If they awarded points for effort, Fresno Unified would get two Race to the Top grants.
After a marathon meeting that concluded early Friday morning, Superintendent Michael Hanson and leaders of the Fresno Teachers Association agreed on wording of the district’s application for a $37.3 million piece of the $400 million competition open to districts nationwide.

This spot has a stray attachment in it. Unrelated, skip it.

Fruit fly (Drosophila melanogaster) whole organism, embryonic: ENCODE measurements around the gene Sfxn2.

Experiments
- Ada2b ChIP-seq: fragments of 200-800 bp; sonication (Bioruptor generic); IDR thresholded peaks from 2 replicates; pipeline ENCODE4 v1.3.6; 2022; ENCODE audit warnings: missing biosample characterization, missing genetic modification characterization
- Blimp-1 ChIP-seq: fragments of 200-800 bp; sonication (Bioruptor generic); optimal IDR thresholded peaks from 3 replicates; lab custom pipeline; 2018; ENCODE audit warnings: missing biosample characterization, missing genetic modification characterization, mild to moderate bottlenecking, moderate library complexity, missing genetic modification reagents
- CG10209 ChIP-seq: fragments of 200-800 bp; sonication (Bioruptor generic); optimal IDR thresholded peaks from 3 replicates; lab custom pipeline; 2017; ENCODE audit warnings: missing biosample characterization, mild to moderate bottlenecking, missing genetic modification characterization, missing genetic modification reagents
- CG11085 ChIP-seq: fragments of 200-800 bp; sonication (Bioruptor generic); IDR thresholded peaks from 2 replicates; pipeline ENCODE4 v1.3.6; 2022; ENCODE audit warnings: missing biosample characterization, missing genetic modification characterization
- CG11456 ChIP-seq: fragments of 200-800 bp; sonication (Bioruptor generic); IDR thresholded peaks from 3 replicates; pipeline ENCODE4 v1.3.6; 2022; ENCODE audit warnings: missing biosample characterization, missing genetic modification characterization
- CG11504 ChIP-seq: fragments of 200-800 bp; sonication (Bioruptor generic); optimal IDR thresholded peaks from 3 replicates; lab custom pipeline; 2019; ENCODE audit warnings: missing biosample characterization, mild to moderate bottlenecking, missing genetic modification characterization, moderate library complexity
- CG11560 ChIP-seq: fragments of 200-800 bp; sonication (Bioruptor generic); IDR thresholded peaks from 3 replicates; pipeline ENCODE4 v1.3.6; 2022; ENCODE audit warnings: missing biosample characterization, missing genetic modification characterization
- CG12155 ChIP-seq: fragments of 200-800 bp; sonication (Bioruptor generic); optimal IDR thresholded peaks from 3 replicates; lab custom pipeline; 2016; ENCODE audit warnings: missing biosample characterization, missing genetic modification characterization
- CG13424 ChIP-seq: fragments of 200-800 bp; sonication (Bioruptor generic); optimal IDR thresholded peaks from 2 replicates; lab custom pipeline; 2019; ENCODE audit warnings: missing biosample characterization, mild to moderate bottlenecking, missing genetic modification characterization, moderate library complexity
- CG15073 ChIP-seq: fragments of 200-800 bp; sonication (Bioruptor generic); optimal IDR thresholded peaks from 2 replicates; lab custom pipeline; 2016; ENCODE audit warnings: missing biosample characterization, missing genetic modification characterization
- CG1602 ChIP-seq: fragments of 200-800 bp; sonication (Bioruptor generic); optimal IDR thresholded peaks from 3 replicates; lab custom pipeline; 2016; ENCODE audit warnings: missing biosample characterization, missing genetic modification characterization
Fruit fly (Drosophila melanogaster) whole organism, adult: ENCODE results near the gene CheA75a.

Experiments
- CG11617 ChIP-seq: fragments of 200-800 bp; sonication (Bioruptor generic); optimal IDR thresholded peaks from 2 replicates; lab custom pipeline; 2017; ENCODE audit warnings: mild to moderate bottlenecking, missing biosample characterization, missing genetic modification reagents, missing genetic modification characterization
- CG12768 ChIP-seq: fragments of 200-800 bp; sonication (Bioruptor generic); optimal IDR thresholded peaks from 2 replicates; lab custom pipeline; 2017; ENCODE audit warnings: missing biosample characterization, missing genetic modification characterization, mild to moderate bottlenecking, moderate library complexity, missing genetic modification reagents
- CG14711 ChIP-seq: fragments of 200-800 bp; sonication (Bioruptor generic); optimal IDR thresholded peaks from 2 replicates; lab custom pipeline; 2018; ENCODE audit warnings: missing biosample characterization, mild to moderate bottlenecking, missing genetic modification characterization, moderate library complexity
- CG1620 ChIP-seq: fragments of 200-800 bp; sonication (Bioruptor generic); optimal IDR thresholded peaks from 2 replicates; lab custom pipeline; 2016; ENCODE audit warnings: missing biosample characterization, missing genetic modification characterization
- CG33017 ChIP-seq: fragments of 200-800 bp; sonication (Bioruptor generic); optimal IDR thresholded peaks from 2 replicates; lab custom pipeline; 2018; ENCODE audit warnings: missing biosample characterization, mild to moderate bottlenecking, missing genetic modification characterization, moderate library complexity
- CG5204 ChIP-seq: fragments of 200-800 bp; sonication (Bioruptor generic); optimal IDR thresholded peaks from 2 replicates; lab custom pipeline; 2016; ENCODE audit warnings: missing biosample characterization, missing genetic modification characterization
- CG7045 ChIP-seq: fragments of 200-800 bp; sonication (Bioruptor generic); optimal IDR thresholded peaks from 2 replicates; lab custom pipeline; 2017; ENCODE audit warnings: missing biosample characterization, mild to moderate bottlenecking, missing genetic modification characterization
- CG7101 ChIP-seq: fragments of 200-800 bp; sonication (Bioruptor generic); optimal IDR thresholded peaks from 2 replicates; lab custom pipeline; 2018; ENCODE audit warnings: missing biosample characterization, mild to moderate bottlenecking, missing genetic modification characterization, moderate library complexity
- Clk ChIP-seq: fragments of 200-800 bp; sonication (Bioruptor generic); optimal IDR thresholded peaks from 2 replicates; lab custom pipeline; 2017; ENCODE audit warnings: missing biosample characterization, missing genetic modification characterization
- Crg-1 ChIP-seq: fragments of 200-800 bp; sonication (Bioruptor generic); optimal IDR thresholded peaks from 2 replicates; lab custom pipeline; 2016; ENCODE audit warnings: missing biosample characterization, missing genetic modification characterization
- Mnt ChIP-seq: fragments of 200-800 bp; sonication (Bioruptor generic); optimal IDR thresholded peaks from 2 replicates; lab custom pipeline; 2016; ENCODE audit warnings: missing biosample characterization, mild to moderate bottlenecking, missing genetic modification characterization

It had looked like Fresno would join Los Angeles, San Francisco, Oakland, Sacramento City and Long Beach, members of a district collaborative, the California Office to Reform Education (CORE), whose unions had refused to give their required consent for the submission of an application, primarily because teacher evaluations using standardized test scores had to be an element. But Hanson used a three-day deadline extension, which the federal Department of Education granted districts because of disruptions caused by Hurricane Sandy, to keep trying to persuade the Fresno Teachers Association to say yes. Pressure mounted, as community leaders, two city council members, business leaders, and a group of ministers called on Teachers Association president Eva Ruiz to sign on.